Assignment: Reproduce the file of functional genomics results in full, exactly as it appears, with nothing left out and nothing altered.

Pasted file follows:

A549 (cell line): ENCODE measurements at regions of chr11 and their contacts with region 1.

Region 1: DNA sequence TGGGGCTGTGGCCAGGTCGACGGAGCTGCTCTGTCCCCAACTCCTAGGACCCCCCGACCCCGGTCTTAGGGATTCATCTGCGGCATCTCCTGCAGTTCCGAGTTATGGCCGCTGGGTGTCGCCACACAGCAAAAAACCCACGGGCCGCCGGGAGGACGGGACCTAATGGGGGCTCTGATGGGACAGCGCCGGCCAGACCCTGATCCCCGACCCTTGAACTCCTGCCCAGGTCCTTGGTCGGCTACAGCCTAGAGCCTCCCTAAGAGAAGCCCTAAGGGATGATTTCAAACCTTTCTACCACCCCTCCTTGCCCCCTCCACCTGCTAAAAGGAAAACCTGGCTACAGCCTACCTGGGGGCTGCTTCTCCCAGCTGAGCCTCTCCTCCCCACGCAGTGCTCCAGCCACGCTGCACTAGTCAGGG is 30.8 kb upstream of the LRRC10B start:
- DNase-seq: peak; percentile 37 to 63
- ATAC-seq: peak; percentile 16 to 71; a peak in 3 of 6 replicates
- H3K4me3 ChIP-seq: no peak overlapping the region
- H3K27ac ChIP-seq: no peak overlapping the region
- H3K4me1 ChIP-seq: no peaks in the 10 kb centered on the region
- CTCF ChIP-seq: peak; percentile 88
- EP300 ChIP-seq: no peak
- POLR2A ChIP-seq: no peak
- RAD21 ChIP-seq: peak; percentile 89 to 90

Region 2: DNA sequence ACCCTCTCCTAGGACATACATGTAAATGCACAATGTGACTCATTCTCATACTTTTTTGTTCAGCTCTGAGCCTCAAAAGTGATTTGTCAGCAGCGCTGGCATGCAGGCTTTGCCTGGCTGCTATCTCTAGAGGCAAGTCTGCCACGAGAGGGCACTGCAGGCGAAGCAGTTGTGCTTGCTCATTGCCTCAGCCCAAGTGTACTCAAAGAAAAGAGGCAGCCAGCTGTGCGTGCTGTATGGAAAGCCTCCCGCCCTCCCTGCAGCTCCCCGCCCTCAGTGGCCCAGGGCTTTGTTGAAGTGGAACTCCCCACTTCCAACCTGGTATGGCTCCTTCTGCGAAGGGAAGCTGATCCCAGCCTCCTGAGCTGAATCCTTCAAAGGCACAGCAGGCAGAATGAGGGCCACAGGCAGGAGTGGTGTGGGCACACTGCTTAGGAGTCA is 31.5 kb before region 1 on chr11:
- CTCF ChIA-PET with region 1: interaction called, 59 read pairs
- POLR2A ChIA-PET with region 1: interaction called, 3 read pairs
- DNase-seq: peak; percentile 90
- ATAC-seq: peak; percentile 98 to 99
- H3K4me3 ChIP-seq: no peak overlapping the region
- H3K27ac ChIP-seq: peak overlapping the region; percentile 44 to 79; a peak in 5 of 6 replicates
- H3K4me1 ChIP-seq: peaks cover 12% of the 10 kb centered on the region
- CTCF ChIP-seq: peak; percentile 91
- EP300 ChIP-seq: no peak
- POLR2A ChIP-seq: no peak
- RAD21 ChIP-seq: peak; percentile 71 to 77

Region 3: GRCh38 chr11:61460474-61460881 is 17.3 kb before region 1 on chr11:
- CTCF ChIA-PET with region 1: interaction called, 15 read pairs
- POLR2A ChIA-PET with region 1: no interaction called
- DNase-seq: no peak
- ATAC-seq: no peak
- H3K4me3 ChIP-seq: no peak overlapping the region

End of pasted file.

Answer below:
A549 (cell line): ENCODE measurements at regions of chr11 and their contacts with region 1.

Region 1: DNA sequence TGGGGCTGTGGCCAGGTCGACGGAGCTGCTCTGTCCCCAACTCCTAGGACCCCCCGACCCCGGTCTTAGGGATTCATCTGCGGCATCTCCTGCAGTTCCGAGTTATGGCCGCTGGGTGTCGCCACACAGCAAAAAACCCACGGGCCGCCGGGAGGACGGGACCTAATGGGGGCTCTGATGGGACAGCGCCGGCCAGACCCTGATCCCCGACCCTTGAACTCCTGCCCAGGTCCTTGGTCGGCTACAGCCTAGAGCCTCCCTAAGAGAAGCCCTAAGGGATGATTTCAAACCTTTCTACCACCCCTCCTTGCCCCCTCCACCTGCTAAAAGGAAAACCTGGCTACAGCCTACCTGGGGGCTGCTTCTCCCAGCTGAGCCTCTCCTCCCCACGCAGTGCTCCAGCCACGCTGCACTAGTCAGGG is 30.8 kb upstream of the LRRC10B start:
- DNase-seq: peak; percentile 37 to 63
- ATAC-seq: peak; percentile 16 to 71; a peak in 3 of 6 replicates
- H3K4me3 ChIP-seq: no peak overlapping the region
- H3K27ac ChIP-seq: no peak overlapping the region
- H3K4me1 ChIP-seq: no peaks in the 10 kb centered on the region
- CTCF ChIP-seq: peak; percentile 88
- EP300 ChIP-seq: no peak
- POLR2A ChIP-seq: no peak
- RAD21 ChIP-seq: peak; percentile 89 to 90

Region 2: DNA sequence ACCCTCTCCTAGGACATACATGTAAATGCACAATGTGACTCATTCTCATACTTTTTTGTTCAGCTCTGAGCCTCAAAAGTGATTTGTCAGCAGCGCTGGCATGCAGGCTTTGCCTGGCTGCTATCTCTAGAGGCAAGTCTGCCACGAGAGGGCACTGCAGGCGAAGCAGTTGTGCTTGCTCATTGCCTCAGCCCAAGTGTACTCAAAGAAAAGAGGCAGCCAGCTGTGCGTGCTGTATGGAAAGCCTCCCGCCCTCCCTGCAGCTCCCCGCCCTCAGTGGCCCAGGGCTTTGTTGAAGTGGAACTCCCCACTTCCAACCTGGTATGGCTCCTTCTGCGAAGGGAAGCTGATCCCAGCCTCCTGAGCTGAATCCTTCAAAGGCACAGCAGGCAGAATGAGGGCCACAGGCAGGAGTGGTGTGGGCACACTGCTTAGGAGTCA is 31.5 kb before region 1 on chr11:
- CTCF ChIA-PET with region 1: interaction called, 59 read pairs
- POLR2A ChIA-PET with region 1: interaction called, 3 read pairs
- DNase-seq: peak; percentile 90
- ATAC-seq: peak; percentile 98 to 99
- H3K4me3 ChIP-seq: no peak overlapping the region
- H3K27ac ChIP-seq: peak overlapping the region; percentile 44 to 79; a peak in 5 of 6 replicates
- H3K4me1 ChIP-seq: peaks cover 12% of the 10 kb centered on the region
- CTCF ChIP-seq: peak; percentile 91
- EP300 ChIP-seq: no peak
- POLR2A ChIP-seq: no peak
- RAD21 ChIP-seq: peak; percentile 71 to 77

Region 3: GRCh38 chr11:61460474-61460881 is 17.3 kb before region 1 on chr11:
- CTCF ChIA-PET with region 1: interaction called, 15 read pairs
- POLR2A ChIA-PET with region 1: no interaction called
- DNase-seq: no peak
- ATAC-seq: no peak
- H3K4me3 ChIP-seq: no peak overlapping the region